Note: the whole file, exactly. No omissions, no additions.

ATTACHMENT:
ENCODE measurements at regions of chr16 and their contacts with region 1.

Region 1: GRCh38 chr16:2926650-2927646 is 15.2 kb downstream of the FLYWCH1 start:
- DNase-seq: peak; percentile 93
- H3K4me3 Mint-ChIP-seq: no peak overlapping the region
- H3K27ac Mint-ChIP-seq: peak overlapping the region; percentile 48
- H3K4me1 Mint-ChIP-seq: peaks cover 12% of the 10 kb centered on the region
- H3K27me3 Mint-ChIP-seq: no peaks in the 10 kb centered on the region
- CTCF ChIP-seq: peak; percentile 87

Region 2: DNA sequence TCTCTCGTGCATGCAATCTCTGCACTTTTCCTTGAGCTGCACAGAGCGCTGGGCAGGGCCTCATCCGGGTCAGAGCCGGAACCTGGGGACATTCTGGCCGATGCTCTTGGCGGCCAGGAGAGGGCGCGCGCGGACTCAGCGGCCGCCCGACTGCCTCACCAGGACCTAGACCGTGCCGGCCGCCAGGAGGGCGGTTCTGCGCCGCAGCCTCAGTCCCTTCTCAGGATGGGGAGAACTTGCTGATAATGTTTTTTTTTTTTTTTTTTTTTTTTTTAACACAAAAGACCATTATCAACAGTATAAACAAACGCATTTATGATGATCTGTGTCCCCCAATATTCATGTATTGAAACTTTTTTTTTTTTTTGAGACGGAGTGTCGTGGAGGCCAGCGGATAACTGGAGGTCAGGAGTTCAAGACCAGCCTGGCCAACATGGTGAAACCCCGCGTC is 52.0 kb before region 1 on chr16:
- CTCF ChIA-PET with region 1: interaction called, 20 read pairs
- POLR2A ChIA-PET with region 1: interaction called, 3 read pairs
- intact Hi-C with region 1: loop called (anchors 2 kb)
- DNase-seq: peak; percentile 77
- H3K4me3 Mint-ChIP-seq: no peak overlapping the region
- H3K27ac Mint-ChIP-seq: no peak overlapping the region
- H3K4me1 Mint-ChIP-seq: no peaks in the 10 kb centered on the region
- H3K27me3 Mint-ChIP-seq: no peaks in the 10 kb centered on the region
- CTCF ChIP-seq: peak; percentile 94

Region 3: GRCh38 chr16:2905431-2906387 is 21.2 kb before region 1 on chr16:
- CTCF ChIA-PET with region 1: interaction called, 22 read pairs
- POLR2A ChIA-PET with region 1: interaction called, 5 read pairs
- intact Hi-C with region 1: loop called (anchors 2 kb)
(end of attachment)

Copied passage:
ENCODE measurements at regions of chr16 and their contacts with region 1.

Region 1: GRCh38 chr16:2926650-2927646 is 15.2 kb downstream of the FLYWCH1 start:
- DNase-seq: peak; percentile 93
- H3K4me3 Mint-ChIP-seq: no peak overlapping the region
- H3K27ac Mint-ChIP-seq: peak overlapping the region; percentile 48
- H3K4me1 Mint-ChIP-seq: peaks cover 12% of the 10 kb centered on the region
- H3K27me3 Mint-ChIP-seq: no peaks in the 10 kb centered on the region
- CTCF ChIP-seq: peak; percentile 87

Region 2: DNA sequence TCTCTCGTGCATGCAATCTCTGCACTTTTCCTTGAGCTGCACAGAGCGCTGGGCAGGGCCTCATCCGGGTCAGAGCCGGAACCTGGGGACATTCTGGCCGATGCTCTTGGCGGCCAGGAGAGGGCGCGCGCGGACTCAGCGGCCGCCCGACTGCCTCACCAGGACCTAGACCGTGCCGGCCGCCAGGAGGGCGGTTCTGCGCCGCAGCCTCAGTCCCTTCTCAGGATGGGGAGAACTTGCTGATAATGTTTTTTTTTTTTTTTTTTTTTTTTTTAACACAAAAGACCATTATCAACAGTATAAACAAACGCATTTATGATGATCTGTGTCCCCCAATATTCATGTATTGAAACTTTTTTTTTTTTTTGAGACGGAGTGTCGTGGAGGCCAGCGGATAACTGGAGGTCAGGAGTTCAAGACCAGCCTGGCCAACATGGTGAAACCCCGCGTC is 52.0 kb before region 1 on chr16:
- CTCF ChIA-PET with region 1: interaction called, 20 read pairs
- POLR2A ChIA-PET with region 1: interaction called, 3 read pairs
- intact Hi-C with region 1: loop called (anchors 2 kb)
- DNase-seq: peak; percentile 77
- H3K4me3 Mint-ChIP-seq: no peak overlapping the region
- H3K27ac Mint-ChIP-seq: no peak overlapping the region
- H3K4me1 Mint-ChIP-seq: no peaks in the 10 kb centered on the region
- H3K27me3 Mint-ChIP-seq: no peaks in the 10 kb centered on the region
- CTCF ChIP-seq: peak; percentile 94

Region 3: GRCh38 chr16:2905431-2906387 is 21.2 kb before region 1 on chr16:
- CTCF ChIA-PET with region 1: interaction called, 22 read pairs
- POLR2A ChIA-PET with region 1: interaction called, 5 read pairs
- intact Hi-C with region 1: loop called (anchors 2 kb)